PosterĄG Jenny Chang at 19:44:13 4/28/98 from t203-166.dialup.seed.net.tw
|Characters: Lockwood and Heathcliff
The name Lockwood and Heathcliff provides a great contrast. The name Lockwood suggests a suppression, a locking in of the natural forces, while the name Heathcliff, in contrast, suggest a force as wild and elemental as nature. Such contrast in the names provides the difference in their characters.
Lockwood's view of Heathcliff is that he will "love and hate, equally under cover", and then acknowledge this reserveness as his won attributes. In actual fact, Heathcliff is extremely capable of profound love and hate, and it is Lockwood himself who is incapable of passion. Once the woman he regards as a goddess shows her attraction to him, he "shrinks icily into himself". As an exact opposite, Heathcliff does not shrink but reach out for his "goddess", Catherine, even beyond death. Another thing is that Lockwood's view of love is very shallow and vain. He thinks that, if he wish, he could undoubtly win the heart of young Cathy because he is quite attractive. Such shallowness contrast the fierce intensity of passions of Heathcliff, and the profoundness of such love.
It is quite significant that Lockwood is the tenant of Thrushcross Grange. The contrast of values practiced at Thrushcross Grange and Wuthering Heights plays an important role. One symbolizes a civilised society while the other symbolizes wild savage passions. The fact that Lockwood transgress to Wuthering Height establish the link and also the conflict between society and passion of heart (which knows no bound of the laws and order of society). And Lockwood represents the world of social manner in his attempt at social small talk about tea and weather, and this provides a big contrast to the savage passions of the other inhabitants of Wuthering Heights.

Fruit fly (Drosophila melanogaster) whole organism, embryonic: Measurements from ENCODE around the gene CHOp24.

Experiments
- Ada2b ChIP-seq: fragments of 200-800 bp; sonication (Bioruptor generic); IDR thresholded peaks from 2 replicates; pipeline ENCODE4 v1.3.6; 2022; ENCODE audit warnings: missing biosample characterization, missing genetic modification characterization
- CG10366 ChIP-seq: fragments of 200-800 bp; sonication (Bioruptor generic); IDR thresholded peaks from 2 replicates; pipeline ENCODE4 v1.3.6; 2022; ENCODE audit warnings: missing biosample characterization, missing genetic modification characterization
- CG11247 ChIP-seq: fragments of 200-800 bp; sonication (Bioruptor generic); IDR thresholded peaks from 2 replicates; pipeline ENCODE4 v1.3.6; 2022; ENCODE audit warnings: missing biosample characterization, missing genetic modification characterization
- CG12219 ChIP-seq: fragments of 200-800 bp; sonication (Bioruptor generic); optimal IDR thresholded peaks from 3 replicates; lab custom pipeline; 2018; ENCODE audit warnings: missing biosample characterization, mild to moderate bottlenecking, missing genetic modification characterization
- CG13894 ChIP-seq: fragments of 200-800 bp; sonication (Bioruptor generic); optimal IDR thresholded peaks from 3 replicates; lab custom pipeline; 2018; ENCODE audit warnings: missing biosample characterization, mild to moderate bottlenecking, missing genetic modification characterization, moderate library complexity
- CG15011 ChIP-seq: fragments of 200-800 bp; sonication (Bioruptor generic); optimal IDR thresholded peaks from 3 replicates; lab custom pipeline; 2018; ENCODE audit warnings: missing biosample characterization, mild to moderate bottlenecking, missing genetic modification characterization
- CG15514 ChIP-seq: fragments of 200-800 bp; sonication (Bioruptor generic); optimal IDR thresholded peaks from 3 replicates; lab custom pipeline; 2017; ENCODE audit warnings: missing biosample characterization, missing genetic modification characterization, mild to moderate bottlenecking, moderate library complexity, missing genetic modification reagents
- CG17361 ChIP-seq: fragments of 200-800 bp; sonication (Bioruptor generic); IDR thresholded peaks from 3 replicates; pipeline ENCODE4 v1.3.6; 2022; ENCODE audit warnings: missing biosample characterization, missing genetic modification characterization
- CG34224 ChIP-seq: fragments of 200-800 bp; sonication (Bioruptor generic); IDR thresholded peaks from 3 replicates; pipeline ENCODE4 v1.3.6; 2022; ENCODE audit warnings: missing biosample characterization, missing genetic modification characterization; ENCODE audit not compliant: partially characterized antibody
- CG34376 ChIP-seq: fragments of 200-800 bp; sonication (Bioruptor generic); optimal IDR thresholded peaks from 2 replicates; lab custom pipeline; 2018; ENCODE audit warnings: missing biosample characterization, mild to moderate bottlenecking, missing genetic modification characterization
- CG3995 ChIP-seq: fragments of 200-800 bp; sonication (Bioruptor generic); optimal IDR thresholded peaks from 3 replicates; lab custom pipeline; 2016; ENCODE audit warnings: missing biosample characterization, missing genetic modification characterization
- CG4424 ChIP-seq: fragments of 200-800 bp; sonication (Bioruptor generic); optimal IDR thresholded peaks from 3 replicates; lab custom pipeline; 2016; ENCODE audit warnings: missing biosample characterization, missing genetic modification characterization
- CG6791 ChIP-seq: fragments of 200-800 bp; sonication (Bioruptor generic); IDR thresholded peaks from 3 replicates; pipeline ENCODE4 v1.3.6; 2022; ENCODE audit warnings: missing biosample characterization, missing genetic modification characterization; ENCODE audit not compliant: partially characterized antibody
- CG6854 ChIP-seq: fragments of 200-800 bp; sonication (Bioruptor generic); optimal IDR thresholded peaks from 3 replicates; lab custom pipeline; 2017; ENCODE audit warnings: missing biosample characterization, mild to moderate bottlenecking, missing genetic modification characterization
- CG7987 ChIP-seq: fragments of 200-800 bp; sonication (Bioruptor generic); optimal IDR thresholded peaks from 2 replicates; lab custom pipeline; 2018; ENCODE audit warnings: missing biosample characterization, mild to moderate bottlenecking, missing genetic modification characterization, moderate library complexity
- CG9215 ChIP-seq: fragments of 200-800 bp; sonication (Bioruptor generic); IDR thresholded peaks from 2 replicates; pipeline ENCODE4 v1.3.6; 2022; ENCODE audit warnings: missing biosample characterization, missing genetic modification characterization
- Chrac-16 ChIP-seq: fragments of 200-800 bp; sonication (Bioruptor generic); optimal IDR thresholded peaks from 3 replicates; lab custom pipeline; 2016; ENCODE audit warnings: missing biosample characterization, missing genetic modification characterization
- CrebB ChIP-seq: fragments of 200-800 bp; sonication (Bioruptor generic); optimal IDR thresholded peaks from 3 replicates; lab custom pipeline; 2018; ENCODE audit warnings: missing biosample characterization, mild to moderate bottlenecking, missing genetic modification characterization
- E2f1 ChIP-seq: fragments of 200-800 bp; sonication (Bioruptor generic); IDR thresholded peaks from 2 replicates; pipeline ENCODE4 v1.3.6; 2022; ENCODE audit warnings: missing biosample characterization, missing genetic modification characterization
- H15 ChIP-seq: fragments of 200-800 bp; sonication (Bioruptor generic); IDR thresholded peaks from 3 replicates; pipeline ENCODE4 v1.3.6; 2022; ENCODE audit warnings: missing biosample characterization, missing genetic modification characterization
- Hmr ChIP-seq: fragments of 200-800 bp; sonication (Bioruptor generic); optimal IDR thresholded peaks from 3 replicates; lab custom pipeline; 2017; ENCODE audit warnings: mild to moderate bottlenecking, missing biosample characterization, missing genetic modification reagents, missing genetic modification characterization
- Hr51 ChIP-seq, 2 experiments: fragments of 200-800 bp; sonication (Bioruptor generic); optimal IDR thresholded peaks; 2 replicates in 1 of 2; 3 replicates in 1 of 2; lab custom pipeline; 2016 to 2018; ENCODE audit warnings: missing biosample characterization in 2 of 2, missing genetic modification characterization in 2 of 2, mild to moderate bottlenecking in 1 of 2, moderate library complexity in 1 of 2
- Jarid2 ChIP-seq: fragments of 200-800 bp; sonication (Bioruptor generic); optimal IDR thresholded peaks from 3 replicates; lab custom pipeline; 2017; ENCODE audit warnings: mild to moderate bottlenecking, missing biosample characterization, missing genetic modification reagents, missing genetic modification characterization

In fact, Lockwood is incapable of understanding the intensity of Heathcliff's passion, and he mistook the anguish of Heathcliff when he tells him that the room is haunted as "cowardice" and "superstition". For he himself, he regards social decorum as most important. Therefore he later refer to his nightmare as "ridiculous", in order to gain back such decorum. Yet, a person's inner psychology and unawared subconscious could be reflected in his dreams. And as sophisticated as he himself thinks to be, he is capable of savage cruelty when he rubs the wrist of a young child on the broken glass window until it runs with blood. The window which is characteristic of its fragililty reflects that no matter how the society cultivates decorm and sense, one is still fragile under the power and influence of irrational impulses.
Here, I would like to discuss the functions of the dogs and what they represents. Lockwood, the civilised being, pats one of Heathcliff's dogs but which only provoke the dog to snarl at him. And Heathcliff tells him that the bitch "was not kept for a pet". This can be compared to the scene at Thrushcross Grange where Heathcliff and Cathy laughs over the Lintons weeping for their pet dogs. In civilised society one regards dogs as plaything, while at Wuthering Heights they are savage and wild beasts. The savageness and wildness of the dogs serves as a function to portray the characteristics of Wuthering Height and what Heathcliff represents.
The attack of the dogs on Lockwood could reflect Heathcliff's won hatred of the values of civilised society. In fact, Lockwood serves as a foil to reflect a very important theme, and that is: the difference between the world of society, which is characteristic of being ordered and bound by law, and the extremes of passion which knows no bound. The "stormy weather" of Wuthering Height could be a reflection of the stormy passions of the love between Heathcliff and Catherine, and also the hate of Heathcliff for a society that denies him of that love. And that hatred is symolic in the dogs attack on Lockwood.
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